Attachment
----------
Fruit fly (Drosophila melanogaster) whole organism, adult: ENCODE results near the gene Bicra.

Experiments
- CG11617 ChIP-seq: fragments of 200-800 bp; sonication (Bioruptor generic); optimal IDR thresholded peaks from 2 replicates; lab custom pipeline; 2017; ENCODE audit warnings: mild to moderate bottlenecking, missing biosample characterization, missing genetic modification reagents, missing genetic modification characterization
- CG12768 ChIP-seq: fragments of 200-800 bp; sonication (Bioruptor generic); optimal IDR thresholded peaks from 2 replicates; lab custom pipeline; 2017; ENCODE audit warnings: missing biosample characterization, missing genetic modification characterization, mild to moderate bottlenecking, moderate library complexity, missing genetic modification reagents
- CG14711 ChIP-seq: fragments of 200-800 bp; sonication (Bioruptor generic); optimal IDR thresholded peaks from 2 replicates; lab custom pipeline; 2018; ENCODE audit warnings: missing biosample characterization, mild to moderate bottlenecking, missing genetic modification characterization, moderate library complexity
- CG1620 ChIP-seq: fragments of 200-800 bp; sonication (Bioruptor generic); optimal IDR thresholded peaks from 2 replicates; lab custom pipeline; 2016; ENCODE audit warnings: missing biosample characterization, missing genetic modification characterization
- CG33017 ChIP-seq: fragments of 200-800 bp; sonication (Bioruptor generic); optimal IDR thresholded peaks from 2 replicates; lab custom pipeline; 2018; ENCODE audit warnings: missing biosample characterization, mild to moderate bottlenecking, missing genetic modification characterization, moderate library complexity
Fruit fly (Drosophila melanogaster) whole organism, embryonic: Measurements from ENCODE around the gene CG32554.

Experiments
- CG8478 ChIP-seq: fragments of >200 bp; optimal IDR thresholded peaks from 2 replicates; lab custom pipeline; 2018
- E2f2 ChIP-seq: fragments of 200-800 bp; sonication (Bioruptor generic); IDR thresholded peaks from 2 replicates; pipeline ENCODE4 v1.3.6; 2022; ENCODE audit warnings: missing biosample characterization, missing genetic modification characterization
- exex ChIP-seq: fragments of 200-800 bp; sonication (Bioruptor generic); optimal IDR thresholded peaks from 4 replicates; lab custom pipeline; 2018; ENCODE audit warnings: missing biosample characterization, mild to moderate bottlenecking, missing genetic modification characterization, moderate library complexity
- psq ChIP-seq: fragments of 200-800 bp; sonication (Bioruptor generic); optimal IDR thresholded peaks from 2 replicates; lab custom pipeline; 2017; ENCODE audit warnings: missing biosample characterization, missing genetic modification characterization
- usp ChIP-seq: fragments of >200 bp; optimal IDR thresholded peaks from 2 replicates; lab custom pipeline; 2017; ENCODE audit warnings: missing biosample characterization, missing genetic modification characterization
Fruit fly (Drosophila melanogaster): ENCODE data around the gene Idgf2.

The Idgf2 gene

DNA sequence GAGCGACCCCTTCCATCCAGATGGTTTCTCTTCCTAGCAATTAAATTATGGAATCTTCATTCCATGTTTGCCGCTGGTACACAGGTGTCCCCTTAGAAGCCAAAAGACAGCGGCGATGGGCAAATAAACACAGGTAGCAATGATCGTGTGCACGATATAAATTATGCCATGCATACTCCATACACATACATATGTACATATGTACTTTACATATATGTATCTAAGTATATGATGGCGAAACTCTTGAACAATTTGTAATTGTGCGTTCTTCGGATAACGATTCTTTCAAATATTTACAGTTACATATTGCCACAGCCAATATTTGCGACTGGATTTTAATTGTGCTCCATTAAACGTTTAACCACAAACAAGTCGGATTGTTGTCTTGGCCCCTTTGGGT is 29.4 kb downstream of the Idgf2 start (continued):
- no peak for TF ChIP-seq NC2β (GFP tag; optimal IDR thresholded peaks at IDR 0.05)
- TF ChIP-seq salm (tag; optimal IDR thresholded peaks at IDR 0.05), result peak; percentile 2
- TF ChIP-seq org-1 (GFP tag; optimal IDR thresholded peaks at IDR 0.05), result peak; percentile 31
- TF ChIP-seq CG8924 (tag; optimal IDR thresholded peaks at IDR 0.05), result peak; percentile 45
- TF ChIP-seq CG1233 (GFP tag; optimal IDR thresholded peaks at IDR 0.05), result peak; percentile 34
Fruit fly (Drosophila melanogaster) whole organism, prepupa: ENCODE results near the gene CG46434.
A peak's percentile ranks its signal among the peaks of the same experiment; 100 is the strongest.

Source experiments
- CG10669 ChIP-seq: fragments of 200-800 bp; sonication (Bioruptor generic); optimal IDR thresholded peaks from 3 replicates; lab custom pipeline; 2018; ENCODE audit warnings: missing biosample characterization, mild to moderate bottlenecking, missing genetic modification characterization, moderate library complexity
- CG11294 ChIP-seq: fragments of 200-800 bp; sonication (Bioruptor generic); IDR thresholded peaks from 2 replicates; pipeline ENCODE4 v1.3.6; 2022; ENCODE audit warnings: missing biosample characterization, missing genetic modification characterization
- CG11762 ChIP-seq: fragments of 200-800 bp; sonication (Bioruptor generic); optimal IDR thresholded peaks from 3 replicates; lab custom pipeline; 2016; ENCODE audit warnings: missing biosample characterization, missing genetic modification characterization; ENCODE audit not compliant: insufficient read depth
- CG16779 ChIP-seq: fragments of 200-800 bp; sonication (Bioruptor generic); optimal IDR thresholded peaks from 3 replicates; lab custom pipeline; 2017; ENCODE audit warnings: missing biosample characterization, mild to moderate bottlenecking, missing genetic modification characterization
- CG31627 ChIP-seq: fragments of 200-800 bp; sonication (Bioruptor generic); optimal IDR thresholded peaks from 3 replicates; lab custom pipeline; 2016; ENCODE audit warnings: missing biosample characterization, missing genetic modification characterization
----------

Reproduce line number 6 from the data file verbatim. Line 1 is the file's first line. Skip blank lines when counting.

- CG1620 ChIP-seq: fragments of 200-800 bp; sonication (Bioruptor generic); optimal IDR thresholded peaks from 2 replicates; lab custom pipeline; 2016; ENCODE audit warnings: missing biosample characterization, missing genetic modification characterization